Núñez, A. M. (2017). Flipping the HSI narrative: An HSI positionality. Association of Mexican American Educators Journal, 11(3), 276-295.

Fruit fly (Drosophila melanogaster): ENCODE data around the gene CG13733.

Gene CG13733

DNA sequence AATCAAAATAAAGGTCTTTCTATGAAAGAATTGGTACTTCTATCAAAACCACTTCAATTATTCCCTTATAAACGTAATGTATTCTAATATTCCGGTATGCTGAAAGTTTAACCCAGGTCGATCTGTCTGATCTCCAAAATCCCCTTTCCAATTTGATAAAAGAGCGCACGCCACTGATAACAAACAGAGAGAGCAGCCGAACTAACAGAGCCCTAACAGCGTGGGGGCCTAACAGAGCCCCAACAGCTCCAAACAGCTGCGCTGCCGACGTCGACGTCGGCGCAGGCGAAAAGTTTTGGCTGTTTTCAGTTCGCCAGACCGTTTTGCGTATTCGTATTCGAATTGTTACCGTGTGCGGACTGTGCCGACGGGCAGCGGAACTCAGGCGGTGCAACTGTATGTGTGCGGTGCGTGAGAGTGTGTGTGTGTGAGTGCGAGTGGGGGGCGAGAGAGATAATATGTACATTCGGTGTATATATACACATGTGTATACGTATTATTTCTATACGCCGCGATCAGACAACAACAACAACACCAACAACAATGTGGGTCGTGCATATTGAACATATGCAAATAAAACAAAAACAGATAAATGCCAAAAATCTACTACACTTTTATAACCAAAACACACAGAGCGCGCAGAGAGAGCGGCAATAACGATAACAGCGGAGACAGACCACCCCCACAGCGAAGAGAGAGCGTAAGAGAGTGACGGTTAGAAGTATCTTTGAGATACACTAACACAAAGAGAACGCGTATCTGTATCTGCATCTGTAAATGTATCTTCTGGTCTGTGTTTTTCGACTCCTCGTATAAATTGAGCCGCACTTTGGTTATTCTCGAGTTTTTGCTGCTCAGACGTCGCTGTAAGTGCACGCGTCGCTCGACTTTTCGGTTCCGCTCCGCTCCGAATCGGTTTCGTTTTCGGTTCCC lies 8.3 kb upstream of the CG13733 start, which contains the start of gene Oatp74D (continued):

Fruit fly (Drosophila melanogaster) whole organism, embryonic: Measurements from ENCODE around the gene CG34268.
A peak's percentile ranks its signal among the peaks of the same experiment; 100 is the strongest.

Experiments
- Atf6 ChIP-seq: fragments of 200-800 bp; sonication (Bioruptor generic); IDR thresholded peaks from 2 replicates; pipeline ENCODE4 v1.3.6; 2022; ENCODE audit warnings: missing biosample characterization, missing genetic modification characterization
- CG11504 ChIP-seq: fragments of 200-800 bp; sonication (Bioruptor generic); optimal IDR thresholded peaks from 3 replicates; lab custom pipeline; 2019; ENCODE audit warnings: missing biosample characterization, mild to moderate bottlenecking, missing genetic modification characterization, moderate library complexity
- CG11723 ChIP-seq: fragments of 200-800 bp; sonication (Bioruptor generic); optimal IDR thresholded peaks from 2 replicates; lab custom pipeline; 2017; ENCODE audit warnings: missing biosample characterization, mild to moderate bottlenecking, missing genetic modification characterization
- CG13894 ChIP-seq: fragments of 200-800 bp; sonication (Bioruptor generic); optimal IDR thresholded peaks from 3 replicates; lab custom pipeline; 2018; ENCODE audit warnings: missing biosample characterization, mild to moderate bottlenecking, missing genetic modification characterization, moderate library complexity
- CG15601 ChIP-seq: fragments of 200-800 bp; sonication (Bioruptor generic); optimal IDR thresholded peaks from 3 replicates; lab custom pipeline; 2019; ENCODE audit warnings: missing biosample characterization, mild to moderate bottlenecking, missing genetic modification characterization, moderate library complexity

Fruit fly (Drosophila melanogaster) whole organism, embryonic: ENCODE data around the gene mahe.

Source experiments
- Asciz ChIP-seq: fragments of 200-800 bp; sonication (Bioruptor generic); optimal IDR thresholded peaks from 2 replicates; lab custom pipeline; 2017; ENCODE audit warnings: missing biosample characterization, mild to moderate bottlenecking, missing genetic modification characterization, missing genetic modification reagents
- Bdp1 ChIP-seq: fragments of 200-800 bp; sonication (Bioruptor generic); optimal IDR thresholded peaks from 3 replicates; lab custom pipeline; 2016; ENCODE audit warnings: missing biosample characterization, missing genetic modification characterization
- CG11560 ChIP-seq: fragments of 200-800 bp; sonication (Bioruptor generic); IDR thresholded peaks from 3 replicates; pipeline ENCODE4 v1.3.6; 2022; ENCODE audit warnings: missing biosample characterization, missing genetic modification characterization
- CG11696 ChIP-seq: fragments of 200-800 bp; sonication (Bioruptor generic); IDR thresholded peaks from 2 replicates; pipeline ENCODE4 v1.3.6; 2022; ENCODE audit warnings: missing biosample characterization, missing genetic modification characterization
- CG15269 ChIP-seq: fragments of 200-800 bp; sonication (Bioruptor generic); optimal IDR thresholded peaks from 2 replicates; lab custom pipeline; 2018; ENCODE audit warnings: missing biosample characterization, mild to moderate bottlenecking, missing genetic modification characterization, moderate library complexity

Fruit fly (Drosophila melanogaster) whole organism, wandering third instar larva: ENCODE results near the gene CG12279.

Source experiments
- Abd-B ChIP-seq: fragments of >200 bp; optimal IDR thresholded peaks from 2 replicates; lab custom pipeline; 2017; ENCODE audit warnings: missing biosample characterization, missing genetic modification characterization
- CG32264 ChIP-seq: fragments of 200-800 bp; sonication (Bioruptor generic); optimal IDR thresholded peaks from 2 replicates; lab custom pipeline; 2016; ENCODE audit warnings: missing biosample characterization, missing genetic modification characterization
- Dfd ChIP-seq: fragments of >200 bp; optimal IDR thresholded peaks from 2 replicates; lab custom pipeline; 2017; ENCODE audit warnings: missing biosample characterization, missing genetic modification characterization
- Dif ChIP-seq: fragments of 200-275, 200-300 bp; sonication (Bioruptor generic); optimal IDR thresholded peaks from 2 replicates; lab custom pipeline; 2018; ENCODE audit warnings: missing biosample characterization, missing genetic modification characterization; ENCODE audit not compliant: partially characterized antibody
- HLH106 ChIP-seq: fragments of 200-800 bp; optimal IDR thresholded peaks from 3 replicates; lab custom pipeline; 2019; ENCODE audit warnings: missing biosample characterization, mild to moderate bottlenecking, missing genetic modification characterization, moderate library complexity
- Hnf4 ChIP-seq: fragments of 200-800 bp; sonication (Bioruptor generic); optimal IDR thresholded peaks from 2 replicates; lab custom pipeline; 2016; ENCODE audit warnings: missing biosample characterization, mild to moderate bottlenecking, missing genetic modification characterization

Historically, the predominant narrative framing Hispanic-Serving Institutions (HSIs) is that they are monolithic and underperforming, inscribed in a false dichotomy as “Hispanic-Serving” or merely “Hispanic-Enrolling” (Núñez, Hurtado, & Calderón Galdeano, 2015). Together, these narrative threads weave a deficit perspective on HSIs that manifests itself too often, either implicitly or explicitly, when HSIs are addressed in research, policy, and practice. Unfortunately, such tendencies can result in unintended negative consequences for HSIs, including reduced institutional resources if inappropriate evaluations of institutional performance are conducted for performance funding purposes (Núñez, 2014; Núñez & Rodríguez, in press; Webber & Ehrenberg, 2009). Reflecting on her experiences in HSIs, the author argues to advance an “HSI positionality” that centers HSIs’ realities, rather than externally imposed frames, as a central departure point to infuse future research, policy, and practice concerning HSIs. This move can mitigate the “epistemic injustice” (Frank, 2013) that traditionally has characterized the description and recognition of HSIs through deficit perspectives that do not fully recognize the contexts and contributions of HSIs. In this article, she suggests on how to build dispositions to conduct equity-oriented research on HSIs: (1) outlines the importance of mitigating epistemic injustice, by advancing a more socially just, holistic, and informed way of understanding HSIs; (2) discusses the importance of distinguishing between methodology and methods in higher education research, calling on researchers to employ a “transformative paradigm” (Hurtado, 2015; Mertens, 2009) in studying HSIs (Núñez, Hurtado, & Calderón Galdeano, 2015); (3) she delineates how three components of a transformative paradigm–epistemology, ontology, and axiology–can constitute an “HSI positionality” that can shape the last component of a transformative paradigm-methodology–to be more inclusive of the perspectives of HSIs and the personnel in them; and (4) in order to empower HSIs from the HSI positionality and the transformative paradigm, she addresses how researchers can partner with faculty and staff at HSIs to flip the narrative around HSIs.

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